I am fortunate to have been involved in the coordination of a research project from the time it was designed, all the way up to when the results of the project changed clinical practice, with the approval of a Medicare item number for a new type of radiotherapy for early breast cancer. This process took 14 years, with close to 500 wonderful patients volunteering to help us answer the questions of whether an experimental form of intra-operative radiotherapy (IORT) was not only feasible, but could potentially replace standard radiotherapy delivered daily (Monday to Friday) for up to 6 weeks. An NHMRC Research Project Grant, along with further local Western Australian grants made this research possible, so this is a great example of how investments into research projects can make a real difference for not only patients but also the health care system.
Being able to offer a once-off dose of radiotherapy for selected women instead of 6 weeks of treatment is a dream come true, not just for the clinical investigators who drove this research, but mainly for the patients they were aiming to help: women with early, low risk breast cancer suitable for breast conserving surgery, whose only radiotherapy treatment option at that time was the 6 week course.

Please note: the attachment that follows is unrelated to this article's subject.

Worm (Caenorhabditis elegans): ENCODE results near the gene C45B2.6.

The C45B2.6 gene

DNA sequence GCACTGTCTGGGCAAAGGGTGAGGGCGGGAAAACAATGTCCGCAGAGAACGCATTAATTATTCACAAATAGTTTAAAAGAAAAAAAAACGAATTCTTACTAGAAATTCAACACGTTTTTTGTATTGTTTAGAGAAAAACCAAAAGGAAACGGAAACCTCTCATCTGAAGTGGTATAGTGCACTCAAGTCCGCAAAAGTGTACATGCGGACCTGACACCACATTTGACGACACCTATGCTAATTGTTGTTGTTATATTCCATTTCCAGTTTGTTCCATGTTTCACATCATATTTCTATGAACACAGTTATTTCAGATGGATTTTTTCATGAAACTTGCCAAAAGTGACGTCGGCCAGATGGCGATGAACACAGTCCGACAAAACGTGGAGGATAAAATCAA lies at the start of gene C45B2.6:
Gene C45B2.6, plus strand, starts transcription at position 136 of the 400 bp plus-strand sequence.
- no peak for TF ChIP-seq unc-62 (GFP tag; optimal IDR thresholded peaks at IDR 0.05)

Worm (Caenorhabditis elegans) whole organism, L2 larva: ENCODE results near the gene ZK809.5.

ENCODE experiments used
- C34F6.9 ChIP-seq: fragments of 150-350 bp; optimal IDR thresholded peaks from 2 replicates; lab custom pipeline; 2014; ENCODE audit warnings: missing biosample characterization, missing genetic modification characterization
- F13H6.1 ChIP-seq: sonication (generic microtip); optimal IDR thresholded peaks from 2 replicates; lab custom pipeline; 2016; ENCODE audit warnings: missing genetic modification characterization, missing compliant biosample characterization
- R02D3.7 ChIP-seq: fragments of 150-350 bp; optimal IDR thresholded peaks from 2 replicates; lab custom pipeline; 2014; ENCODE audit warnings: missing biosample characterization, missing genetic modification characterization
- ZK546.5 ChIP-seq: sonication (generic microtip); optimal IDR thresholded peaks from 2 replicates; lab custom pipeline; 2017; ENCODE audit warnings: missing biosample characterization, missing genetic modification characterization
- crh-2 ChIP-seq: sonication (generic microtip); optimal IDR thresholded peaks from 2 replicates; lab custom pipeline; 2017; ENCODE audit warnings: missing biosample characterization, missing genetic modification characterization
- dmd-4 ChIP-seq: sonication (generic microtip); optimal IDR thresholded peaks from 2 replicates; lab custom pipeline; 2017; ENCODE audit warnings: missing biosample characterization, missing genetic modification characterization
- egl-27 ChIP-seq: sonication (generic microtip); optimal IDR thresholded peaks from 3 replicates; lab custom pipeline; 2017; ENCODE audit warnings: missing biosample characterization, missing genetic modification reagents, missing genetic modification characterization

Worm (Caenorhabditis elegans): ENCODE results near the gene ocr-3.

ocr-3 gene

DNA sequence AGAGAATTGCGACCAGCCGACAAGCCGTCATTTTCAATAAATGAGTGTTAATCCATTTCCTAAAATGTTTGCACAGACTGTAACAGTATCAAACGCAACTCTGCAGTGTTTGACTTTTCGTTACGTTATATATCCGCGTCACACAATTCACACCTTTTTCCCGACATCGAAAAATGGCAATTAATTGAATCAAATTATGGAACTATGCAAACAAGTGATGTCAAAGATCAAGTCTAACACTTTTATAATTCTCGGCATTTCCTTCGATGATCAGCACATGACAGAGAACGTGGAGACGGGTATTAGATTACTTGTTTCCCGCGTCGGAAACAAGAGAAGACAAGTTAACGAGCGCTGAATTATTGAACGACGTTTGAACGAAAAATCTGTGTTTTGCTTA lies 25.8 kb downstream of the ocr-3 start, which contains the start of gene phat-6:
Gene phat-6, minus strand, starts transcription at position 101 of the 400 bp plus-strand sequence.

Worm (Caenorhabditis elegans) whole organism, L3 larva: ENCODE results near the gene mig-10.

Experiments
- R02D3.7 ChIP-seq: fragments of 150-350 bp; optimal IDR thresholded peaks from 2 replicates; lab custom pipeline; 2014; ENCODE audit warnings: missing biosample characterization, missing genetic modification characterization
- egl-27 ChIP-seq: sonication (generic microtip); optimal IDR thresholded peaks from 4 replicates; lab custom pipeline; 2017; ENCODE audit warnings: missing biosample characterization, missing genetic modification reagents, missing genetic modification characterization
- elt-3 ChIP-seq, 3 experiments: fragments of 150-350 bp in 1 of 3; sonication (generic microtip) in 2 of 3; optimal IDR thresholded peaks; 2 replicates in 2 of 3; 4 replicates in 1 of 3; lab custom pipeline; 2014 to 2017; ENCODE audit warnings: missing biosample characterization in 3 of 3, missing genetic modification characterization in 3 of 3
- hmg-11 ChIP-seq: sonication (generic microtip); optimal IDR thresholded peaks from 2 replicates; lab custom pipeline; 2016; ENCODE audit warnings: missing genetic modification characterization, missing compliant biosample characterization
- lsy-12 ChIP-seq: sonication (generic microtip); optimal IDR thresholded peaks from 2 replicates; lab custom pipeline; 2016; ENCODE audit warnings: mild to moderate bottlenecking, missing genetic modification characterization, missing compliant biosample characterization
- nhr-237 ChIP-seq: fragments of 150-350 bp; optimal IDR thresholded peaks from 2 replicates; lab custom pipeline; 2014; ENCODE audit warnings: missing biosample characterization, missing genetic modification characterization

The availability of IORT as a standard treatment option adds a significant component to the treatment decision making process for eligible patients, especially for women who would usually have to relocate from rural areas to a metropolitan area for the duration of their radiotherapy.
My personal involvement in this research has been very rewarding, having worked closely with almost each of the 500 volunteer patients over this time. I have seen firsthand, the benefits patients experience in being involved in a trial, not to mention the immense relief that was expressed by those who were randomised to receive the once-off treatment, knowing they wouldn’t have to spend 6 weeks visiting the hospital daily, or worse, leaving behind their friends, family or workplace in order to relocate to a metro area for their treatment. Being involved in a clinical trial gives patients an 'extra set of eyes’ to watch over them during their health care journey, and many have expressed their gratitude for this.
Clinical research is not without its challenges however, particularly in the areas of funding and resourcing, so it is important that we share success stories such as this one to show how beneficial well designed research can be.